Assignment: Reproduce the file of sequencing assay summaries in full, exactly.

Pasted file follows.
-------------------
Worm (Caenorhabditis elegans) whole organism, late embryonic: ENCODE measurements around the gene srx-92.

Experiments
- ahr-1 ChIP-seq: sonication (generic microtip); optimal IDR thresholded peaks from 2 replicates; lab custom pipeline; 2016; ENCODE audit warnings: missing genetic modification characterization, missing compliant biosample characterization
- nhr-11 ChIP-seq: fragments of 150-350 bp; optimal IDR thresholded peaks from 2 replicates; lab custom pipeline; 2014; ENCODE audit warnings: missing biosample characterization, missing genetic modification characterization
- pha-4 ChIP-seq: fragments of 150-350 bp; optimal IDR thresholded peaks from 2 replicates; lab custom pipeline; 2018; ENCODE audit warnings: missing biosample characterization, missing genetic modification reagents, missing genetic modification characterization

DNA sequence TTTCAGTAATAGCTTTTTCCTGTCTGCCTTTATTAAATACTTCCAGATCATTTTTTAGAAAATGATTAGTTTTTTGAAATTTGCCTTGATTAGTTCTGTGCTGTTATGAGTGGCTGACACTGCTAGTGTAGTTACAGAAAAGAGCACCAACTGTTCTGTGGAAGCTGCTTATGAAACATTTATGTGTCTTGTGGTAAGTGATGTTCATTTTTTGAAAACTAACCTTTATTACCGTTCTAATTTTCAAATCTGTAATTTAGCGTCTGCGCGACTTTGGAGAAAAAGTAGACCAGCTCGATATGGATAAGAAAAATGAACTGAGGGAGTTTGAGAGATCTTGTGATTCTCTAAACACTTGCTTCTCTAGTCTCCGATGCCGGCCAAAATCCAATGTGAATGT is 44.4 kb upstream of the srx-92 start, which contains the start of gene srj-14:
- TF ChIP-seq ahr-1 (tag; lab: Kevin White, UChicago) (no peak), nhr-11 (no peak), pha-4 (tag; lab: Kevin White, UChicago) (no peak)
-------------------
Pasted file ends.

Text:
Worm (Caenorhabditis elegans) whole organism, late embryonic: ENCODE measurements around the gene srx-92.

Experiments
- ahr-1 ChIP-seq: sonication (generic microtip); optimal IDR thresholded peaks from 2 replicates; lab custom pipeline; 2016; ENCODE audit warnings: missing genetic modification characterization, missing compliant biosample characterization
- nhr-11 ChIP-seq: fragments of 150-350 bp; optimal IDR thresholded peaks from 2 replicates; lab custom pipeline; 2014; ENCODE audit warnings: missing biosample characterization, missing genetic modification characterization
- pha-4 ChIP-seq: fragments of 150-350 bp; optimal IDR thresholded peaks from 2 replicates; lab custom pipeline; 2018; ENCODE audit warnings: missing biosample characterization, missing genetic modification reagents, missing genetic modification characterization

DNA sequence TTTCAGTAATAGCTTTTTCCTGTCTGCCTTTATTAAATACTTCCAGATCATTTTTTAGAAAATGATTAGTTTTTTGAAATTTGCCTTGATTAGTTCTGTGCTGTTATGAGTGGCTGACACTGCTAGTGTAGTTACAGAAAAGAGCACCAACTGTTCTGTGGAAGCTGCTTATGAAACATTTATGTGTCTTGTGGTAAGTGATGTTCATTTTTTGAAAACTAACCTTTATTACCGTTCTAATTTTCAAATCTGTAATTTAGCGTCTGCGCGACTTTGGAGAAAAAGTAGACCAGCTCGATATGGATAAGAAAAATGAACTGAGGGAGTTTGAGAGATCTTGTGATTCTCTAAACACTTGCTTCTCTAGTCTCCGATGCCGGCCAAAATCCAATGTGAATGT is 44.4 kb upstream of the srx-92 start, which contains the start of gene srj-14:
- TF ChIP-seq ahr-1 (tag; lab: Kevin White, UChicago) (no peak), nhr-11 (no peak), pha-4 (tag; lab: Kevin White, UChicago) (no peak)